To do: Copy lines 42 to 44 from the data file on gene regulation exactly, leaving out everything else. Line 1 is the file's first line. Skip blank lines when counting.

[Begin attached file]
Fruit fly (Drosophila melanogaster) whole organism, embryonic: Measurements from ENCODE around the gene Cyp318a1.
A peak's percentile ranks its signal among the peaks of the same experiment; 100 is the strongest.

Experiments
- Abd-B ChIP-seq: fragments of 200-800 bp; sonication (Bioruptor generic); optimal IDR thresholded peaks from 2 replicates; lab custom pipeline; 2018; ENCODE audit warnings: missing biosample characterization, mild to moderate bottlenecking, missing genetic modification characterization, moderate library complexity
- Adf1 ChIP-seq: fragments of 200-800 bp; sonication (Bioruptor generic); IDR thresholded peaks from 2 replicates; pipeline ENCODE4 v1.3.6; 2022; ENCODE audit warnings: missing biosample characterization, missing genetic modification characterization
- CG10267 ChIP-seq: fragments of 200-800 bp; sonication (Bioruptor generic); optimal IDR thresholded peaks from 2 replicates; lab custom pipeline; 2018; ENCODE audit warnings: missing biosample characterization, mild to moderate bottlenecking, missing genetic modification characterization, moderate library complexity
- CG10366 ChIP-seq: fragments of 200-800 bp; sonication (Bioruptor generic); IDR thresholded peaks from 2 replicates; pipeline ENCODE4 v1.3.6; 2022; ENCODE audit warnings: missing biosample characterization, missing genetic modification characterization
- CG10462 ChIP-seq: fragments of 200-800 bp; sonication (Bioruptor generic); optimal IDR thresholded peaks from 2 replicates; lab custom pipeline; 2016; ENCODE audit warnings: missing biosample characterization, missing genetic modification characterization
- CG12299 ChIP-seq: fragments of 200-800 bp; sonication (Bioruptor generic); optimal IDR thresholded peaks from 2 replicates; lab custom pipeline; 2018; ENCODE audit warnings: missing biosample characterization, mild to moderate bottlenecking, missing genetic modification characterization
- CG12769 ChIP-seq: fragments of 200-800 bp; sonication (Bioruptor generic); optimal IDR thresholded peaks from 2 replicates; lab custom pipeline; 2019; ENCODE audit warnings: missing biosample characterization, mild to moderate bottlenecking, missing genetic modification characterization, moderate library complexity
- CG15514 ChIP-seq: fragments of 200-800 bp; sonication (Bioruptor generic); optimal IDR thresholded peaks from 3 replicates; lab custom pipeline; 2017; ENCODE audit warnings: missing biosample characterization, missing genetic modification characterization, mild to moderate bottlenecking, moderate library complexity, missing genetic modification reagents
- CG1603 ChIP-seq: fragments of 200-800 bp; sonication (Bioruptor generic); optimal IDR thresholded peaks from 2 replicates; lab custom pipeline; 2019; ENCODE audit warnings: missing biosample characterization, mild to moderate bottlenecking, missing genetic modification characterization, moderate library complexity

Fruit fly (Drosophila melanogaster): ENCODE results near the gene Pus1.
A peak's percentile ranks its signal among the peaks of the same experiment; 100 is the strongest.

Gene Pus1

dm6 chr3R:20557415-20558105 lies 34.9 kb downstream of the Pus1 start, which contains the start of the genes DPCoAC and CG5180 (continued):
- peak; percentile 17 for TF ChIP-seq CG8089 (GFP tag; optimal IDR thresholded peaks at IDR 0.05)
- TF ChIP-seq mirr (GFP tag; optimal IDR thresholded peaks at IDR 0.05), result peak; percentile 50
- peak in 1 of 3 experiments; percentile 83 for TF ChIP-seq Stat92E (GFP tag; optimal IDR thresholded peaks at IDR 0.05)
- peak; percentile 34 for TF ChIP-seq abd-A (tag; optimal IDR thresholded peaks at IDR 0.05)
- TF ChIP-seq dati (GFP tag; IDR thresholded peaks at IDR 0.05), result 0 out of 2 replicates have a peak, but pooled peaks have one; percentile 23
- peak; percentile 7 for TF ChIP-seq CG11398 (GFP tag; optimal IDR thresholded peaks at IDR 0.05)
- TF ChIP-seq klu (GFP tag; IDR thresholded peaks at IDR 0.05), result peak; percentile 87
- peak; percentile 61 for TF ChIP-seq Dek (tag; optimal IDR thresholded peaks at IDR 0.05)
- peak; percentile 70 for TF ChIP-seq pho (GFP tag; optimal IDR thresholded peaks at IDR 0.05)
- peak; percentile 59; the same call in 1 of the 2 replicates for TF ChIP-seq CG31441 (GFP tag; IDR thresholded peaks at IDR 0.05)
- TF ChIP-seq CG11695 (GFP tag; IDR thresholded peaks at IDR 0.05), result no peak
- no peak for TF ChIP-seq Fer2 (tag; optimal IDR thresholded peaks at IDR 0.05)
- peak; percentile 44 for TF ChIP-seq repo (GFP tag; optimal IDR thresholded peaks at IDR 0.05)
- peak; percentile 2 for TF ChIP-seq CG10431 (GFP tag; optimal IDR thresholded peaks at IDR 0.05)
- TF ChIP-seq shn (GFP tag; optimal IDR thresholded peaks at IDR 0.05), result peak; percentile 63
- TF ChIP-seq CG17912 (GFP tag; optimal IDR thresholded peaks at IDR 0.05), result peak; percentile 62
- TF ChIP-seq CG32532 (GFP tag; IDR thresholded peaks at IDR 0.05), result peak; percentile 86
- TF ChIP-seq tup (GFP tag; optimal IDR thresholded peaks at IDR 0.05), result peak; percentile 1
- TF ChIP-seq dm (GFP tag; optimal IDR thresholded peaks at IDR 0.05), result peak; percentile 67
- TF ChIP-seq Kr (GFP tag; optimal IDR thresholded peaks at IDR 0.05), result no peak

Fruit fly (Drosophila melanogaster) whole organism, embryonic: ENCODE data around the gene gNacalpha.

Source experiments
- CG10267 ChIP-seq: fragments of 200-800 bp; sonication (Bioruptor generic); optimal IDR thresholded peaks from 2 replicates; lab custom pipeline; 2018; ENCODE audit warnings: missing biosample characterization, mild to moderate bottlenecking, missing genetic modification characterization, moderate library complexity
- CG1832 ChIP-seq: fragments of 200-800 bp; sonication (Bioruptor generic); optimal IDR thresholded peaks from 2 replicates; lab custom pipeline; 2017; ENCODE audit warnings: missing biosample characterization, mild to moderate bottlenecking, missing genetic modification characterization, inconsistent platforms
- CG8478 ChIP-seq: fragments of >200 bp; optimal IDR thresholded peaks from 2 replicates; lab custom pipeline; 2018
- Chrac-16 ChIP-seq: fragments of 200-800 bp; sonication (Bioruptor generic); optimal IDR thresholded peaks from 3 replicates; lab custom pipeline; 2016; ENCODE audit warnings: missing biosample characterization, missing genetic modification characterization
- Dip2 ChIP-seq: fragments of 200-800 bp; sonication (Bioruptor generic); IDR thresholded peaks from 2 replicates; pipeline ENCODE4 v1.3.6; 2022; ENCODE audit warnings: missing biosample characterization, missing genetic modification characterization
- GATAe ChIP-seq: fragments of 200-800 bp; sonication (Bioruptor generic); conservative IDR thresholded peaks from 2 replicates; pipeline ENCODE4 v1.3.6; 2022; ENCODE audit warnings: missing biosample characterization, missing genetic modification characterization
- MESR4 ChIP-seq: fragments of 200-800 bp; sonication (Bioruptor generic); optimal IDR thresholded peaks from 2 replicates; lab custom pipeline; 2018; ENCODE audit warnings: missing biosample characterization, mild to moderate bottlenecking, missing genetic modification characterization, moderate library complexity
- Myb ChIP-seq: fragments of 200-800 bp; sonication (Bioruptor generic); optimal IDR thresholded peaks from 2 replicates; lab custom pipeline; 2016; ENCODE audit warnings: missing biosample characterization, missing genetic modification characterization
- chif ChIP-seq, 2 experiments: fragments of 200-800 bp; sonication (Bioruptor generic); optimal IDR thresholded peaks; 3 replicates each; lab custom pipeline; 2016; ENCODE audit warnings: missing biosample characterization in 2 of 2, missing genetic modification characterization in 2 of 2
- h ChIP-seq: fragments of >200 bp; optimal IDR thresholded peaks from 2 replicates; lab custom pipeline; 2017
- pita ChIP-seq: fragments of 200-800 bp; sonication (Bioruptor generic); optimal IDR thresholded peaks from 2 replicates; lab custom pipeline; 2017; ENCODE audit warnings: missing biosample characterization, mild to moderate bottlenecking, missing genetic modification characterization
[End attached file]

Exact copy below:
- Chrac-16 ChIP-seq: fragments of 200-800 bp; sonication (Bioruptor generic); optimal IDR thresholded peaks from 3 replicates; lab custom pipeline; 2016; ENCODE audit warnings: missing biosample characterization, missing genetic modification characterization
- Dip2 ChIP-seq: fragments of 200-800 bp; sonication (Bioruptor generic); IDR thresholded peaks from 2 replicates; pipeline ENCODE4 v1.3.6; 2022; ENCODE audit warnings: missing biosample characterization, missing genetic modification characterization
- GATAe ChIP-seq: fragments of 200-800 bp; sonication (Bioruptor generic); conservative IDR thresholded peaks from 2 replicates; pipeline ENCODE4 v1.3.6; 2022; ENCODE audit warnings: missing biosample characterization, missing genetic modification characterization